Positron emission tomography (PET) is a medical imaging method which measures the distribution and movement of radiotracers labeled with positron emitting isotopes in the living animal and human body. Its use to measure biochemical transformations and the movement of drugs in the body requires the development radiopharmaceuticals labeled with short lived positron emitting isotopes. Among the positron emitting isotopes, carbon-11 is a very attractive isotope for molecular imaging and drug research. However, because of its short half life (t1/2 = 20.4 min), the chemist must produce the isotope and incorporate it into a radiopharmaceutical in less than 60 minutes.
Imatinib (Gleevec) and letrozole, both are manufactured by Novartis Pharmaceuticals, and are FDA approved drugs for chronic myeloid leukemia and breast cancer, respectively. Because imatinib is an inhibitor of bcr-abl tyrosine kinase, we developed a synthesis of carbon-11 imatinib as a potential diagnostic for bcr-abl tyrosine kinase positive chronic myeloid leukemia. On the other hand, letrozole, an aromatase inhibitor, blocks the last step of estrogen bio-synthesis mediated by aromatase. Carbon-11 labeled letrozole was developed to image aromatase. Both [11C]imatinib and [11C]letrozole are also of interest for measuring drug pharmacokinetics.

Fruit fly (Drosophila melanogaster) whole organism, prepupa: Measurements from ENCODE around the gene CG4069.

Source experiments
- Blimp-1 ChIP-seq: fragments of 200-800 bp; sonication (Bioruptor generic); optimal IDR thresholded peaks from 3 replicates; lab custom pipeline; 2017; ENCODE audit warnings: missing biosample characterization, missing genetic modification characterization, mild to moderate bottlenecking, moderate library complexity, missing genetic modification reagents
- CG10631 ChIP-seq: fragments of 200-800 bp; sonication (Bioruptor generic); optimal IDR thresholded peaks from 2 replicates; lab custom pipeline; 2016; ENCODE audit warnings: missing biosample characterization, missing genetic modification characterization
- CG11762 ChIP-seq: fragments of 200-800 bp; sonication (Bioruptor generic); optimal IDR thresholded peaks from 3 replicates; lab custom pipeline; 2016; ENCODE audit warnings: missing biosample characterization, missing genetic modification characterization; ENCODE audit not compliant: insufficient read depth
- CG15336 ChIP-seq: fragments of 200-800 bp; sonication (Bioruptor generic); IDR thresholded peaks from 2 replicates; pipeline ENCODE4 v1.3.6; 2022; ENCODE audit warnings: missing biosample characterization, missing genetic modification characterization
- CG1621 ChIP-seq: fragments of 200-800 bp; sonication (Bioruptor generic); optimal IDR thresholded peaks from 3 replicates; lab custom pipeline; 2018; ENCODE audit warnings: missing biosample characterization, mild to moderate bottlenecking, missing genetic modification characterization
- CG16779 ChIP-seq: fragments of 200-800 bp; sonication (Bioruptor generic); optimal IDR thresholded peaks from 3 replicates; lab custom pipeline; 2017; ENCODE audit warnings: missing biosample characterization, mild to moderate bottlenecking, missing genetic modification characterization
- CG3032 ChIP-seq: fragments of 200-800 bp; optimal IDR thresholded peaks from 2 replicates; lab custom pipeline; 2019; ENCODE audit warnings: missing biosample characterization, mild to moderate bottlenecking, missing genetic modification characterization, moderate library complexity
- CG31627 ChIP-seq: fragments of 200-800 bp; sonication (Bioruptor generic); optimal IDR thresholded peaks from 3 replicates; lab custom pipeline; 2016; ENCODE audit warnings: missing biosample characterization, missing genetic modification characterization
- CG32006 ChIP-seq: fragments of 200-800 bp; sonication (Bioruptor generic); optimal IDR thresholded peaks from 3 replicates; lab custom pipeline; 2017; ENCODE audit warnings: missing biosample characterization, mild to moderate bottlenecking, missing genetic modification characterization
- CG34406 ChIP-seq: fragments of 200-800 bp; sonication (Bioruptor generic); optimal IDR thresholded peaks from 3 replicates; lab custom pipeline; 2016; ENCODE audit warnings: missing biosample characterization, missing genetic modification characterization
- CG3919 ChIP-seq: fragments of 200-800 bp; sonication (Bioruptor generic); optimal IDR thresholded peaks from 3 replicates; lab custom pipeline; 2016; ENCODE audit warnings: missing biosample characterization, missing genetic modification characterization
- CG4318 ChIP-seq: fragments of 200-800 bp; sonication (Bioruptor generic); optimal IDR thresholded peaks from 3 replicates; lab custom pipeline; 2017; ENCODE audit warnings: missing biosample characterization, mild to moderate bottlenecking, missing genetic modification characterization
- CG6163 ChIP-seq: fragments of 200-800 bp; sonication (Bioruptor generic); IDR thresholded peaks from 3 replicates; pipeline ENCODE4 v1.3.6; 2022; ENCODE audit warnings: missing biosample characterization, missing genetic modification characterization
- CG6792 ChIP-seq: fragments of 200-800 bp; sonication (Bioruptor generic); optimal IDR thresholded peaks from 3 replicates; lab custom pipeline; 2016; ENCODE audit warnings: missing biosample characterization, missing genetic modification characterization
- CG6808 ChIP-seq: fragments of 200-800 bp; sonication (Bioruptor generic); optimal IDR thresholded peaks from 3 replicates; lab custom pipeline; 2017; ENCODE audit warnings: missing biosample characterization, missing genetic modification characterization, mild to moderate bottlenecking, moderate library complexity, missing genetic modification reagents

We synthesized the unlabeled precursor and product of both imatinib and letrozole. [11C]Methyl iodide and [11C]hydrogen cyanide are generated in their own modules, and used in the syntheis of [ N-11C-methyl]imatinib and [11C-cyano]letrozole in around 80% radiochemical yield by methylation and palladium(0)-mediated cyanide coupling, respectively. When [N-11C-methyl]imatinib was evaluated in a healthy female baboon for pharmacokinetic study, increased carbon-11 uptake was observed in gall bladder, liver, kidneys, and bladder which might represent hepatobiliary and urinary excretion. There was minor carbon-11 uptake that was observed in a spinal cord where the malignancy of chronic myeloid leukemia develops. On the other hand, PET images of baboon brain using [11C-cyano]letrozole indicated non-specific binding throughout the brain with no elevated accumulation in the amygdala where aromatase is abundant. These two labeled drugs provide the opportunity to examine the distribution and pharmacokinetics these two drugs in the brain and peripheral organs in humans.
|Advisor:||Fowler, Joanna S.|
|School:||State University of New York at Stony Brook|
|School Location:||United States -- New York|
|Source:||DAI-B 70/05, Dissertation Abstracts International|
|Subjects:||Pharmacology, Organic chemistry, Radiation|
|Keywords:||Carbon-11, Positron emission tomography, Radiopharmaceuticals|
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